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Many of the requirements of the International Fuel Tax Agreement (IFTA) and the International Registration Plan (IRP) work hand in hand. Both programs are designated for interstate carriers in the United States and Canada. Carriers work with a single state or province to file and pay fuel taxes and register their vehicles with all other member jurisdictions.

Staying in compliance involves some diligence, and understanding the following should help you stay on top of the requirements.

Know your qualified vehicles

Identifying which vehicles in your fleet qualify for IFTA and IRP registration is the first step to compliance. Qualified vehicles under IFTA and IRP meet any one of these criteria:

  • A vehicle that has two axles and a gross weight or registered gross vehicle weight exceeding 26,000 pounds (11,793 kilograms);
  • A vehicle or power unit that has three or more axles regardless of its weight; or
  • A combination when the weight of such combination exceeds 26,000 pounds (11,793 kilograms) gross vehicle weight.

Track all miles

Many carriers have questions about what miles must be counted for IFTA and IRP. The answer is: all of them. All miles traveled, regardless of the situation — work- and non-work-related — must be counted.

Maintain proper records

Recordkeeping requirements under IFTA and IRP can be quite exhaustive, but they are the heart of compliance, so it’s important to keep your records organized and accessible in case of an audit. You must keep records in two categories: mileage records and fuel receipts.

IFTA and IRP mileage records

Under IFTA and IRP, carriers must maintain records verifying the miles accrued by a vehicle in each jurisdiction. The operational source documents are known as Individual Vehicle Mileage Records (IVMRs).

Most carriers are now keeping their mileage data electronically through an electronic logging device (ELD). Here’s what’s required:

  • Vehicle identification number
  • Original Global Positioning System (GPS) reading or other location data for the vehicle
  • Date and time and location of each GPS system reading
  • Beginning and ending distance readings from odometer, hubometer, or similar device
  • Calculated distance between each GPS or other system reading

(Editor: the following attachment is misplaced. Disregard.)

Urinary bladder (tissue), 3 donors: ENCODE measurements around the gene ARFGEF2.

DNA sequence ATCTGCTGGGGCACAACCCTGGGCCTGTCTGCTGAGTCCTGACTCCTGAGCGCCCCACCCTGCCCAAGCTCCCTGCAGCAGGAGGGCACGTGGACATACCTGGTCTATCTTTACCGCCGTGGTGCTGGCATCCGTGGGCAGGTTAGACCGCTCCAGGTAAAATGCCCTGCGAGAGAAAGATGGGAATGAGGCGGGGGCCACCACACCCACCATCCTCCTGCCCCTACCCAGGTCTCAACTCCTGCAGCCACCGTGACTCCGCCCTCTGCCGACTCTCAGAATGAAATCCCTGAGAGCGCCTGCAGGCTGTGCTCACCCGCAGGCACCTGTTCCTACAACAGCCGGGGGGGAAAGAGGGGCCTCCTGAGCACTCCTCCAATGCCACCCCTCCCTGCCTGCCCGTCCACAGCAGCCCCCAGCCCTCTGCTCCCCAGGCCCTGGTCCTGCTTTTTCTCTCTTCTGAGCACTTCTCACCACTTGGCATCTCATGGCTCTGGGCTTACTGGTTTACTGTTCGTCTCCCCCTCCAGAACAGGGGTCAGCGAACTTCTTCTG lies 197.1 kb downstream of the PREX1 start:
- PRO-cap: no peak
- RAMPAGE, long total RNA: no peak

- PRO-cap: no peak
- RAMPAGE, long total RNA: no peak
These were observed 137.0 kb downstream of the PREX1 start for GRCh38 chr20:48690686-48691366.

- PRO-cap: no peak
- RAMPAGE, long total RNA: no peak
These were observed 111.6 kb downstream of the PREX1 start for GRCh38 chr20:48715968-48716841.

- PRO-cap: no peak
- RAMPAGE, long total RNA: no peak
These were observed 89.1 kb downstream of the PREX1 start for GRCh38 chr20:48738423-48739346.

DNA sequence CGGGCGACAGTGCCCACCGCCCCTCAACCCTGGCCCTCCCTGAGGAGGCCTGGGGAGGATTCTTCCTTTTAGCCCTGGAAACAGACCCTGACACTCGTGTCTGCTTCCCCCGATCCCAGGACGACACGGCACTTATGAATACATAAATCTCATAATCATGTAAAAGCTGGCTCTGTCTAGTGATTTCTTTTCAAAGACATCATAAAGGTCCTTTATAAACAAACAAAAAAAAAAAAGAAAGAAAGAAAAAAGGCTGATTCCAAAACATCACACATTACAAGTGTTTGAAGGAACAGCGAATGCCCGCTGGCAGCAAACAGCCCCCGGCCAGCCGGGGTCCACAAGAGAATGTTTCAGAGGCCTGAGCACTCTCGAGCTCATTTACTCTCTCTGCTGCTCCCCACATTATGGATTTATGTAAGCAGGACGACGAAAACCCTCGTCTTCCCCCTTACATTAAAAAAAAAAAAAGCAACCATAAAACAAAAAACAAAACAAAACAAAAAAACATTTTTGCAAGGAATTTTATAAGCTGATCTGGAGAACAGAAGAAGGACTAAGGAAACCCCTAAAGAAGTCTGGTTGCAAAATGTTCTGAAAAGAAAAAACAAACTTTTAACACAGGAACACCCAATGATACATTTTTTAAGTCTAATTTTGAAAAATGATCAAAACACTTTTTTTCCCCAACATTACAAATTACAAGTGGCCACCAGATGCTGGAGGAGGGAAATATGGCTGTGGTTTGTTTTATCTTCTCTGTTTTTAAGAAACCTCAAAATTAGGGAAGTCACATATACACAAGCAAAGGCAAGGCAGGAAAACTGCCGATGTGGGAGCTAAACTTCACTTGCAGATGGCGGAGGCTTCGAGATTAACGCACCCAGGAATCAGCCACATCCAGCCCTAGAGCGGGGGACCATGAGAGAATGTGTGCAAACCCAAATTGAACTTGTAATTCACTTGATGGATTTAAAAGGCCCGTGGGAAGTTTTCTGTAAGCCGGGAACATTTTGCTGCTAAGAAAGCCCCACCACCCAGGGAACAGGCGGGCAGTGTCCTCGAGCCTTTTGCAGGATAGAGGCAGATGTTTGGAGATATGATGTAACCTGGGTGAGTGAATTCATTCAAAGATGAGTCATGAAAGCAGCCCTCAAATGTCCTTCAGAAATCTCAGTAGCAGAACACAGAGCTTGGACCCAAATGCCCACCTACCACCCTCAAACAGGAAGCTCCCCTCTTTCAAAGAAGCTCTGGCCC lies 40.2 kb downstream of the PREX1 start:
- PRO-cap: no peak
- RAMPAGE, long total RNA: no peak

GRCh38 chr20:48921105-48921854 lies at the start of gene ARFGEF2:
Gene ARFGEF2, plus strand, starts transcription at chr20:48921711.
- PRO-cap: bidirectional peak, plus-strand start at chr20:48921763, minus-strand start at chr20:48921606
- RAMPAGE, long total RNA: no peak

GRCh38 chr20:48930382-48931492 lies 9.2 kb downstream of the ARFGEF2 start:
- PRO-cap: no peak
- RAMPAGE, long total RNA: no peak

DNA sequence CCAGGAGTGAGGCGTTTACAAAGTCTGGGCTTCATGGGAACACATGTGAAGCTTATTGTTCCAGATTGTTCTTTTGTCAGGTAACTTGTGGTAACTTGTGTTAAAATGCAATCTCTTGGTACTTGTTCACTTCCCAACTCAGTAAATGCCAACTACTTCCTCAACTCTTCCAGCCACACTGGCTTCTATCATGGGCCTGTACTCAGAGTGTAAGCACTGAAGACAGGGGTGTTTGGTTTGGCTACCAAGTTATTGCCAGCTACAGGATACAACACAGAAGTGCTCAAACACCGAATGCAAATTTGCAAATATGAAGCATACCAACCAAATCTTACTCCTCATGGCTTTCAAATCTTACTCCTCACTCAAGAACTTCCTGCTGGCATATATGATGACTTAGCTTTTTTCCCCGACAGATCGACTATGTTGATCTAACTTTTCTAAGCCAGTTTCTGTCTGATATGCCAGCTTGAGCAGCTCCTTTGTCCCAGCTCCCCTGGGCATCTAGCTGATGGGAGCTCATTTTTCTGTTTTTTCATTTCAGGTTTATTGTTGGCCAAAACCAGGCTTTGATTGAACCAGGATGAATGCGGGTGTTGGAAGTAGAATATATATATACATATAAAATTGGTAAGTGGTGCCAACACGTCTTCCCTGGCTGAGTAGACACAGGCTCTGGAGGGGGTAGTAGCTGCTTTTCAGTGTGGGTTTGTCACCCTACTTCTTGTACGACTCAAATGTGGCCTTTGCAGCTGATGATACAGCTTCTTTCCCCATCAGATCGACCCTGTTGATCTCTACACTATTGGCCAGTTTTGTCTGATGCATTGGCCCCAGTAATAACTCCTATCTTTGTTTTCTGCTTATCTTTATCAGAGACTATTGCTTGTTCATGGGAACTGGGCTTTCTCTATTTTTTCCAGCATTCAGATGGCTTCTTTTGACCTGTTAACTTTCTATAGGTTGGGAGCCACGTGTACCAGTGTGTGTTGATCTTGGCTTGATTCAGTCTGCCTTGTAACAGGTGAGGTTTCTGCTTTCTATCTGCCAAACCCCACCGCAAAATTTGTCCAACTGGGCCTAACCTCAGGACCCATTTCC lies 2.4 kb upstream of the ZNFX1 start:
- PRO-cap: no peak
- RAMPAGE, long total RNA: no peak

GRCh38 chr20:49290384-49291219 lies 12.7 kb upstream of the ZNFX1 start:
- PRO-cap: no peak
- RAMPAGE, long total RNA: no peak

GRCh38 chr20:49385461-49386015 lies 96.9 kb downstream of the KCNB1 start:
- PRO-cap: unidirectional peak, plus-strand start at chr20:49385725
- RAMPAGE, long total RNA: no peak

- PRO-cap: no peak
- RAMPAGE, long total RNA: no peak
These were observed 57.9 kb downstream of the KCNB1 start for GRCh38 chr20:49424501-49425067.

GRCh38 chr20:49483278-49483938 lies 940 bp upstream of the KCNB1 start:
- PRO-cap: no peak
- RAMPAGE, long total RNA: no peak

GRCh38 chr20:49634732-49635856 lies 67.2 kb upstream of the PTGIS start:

• Route of the vehicle’s travel
  • Total distance traveled by the vehicle
  • Distance traveled in each jurisdiction

Most vehicle tracking systems, such as a GPS or an ELD, will capture the required information and provide adequate records in the event of an audit. However, if you have an ELD provider that also captures data for IFTA and IRP, make sure your provider is retaining the right types of records and is keeping them long enough to satisfy recordkeeping requirements. You must also make sure the records are accessible in case of an audit.

IFTA fuel receipts

Maintaining fuel receipts is an additional recordkeeping requirement under IFTA. Fuel receipts must include the following:

  • Date of purchase
  • Seller name/address
  • Number of gallons
  • Total amount of sale
  • Purchaser’s name/address
  • Fuel type
  • Vehicle number

Electronic receipts are acceptable under IFTA. Many carriers use fuel cards, and if your company uses them, rest assured that fuel card reports are an acceptable form of fuel receipts.

Keep records long enough

Under IFTA, you are required to keep the records used for your quarterly tax return for four years from the return due date or filing date, whichever is later, plus any time period included as a result of any penalty assessments. These records include all your mileage records, fuel receipts, and unused IFTA decals (if applicable).

For IRP, carriers must keep mileage records for three years after the close of the registration year. Depending on when a carrier renews its IRP, this time period can be up to six and one-half years. For this reason, it’s recommended that carriers keep six and one-half years’ worth of records to ensure adequate coverage in an audit.